Lexicase selection is a parent selection mechanism invented by @lspector and studied extensively by him and @thelmuth (and others such as @mcphee) in various papers and in @thelmuth's dissertation. Lexicase selection is a behavior-based selection approach that does not aggregate error values on test cases into a single fitness value. Instead, it considers test cases individually, placing more emphasis on some cases than others.
Here is some pseudocode for the lexicase algorithm:
a. Set candidates to be the entire population of programs.
b. Set cases to be a list of all of the test cases in the training set in random order.
a. Set candidates to be the subset of the current candidates that have exactly the best performance of any individual currently in candidates for the first case in cases.
b. If candidates contains just a single individual then return it.
c. If cases contains just a single test case then return a randomly selected individual from candidates.
d. Otherwise remove the first case from cases and go to Loop.
The lexicase selection algorithm first randomly orders the test cases from the training set. It then eliminates any individuals in the population that do not have the best performance on the first test case. Assuming that more than one individual remains, it then loops, eliminating any individuals that do not have the best performance of the remaining individuals on the second test case. This process continues until only one individual remains and is selected, or until all test cases have been used, in which case it randomly selects one of the remaining individuals.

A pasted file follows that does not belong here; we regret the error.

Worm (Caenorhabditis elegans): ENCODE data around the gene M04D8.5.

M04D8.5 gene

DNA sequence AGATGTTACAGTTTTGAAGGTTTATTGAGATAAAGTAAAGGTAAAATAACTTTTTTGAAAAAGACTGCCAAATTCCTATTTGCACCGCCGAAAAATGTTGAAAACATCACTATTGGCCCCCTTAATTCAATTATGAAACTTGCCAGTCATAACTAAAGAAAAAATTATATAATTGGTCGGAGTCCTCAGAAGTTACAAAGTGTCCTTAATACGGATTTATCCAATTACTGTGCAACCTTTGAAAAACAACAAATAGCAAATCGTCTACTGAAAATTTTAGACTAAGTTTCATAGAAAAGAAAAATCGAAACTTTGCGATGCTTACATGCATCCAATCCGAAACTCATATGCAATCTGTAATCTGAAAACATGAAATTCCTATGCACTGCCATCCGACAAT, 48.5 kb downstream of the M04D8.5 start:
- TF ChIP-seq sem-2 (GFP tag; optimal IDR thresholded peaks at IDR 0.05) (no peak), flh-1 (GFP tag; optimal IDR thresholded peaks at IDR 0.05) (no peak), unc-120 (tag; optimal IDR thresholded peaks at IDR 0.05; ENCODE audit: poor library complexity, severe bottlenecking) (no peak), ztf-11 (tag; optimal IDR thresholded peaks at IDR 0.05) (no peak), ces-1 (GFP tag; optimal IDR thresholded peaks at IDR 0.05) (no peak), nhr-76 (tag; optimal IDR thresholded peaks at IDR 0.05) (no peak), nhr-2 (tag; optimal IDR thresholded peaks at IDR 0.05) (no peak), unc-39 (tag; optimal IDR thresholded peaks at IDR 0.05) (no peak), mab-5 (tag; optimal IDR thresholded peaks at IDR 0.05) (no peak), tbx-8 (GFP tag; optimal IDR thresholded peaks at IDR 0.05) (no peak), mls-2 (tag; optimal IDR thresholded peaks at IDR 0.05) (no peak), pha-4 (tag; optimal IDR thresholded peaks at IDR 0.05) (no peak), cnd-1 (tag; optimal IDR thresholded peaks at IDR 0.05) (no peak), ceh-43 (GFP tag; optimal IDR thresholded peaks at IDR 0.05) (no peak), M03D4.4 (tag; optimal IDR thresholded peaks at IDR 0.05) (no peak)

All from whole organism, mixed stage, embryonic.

Lexicase selection sometimes selects individuals that perform well on a relatively small number of test cases, even if they perform very poorly on other cases. This differs from most other selection algorithms, which select individuals based on aggregations of performance on all test cases into a single scalar fitness value. As such, lexicase often selects specialist individuals that solve parts of the problem extremely well, as opposed to tournament selection and implicit fitness sharing (IFS), which select generalist individuals that have good performance on average across the test cases. Although these individuals may have worse summed error across all test cases, the hope is they will be able to reproduce in ways that pass on their preeminence on certain cases while improving with respect to others. In order to give every test case equal selection pressure, each lexicase selection event uses a randomly shuffled list of test cases to determine which test cases are treated as most important.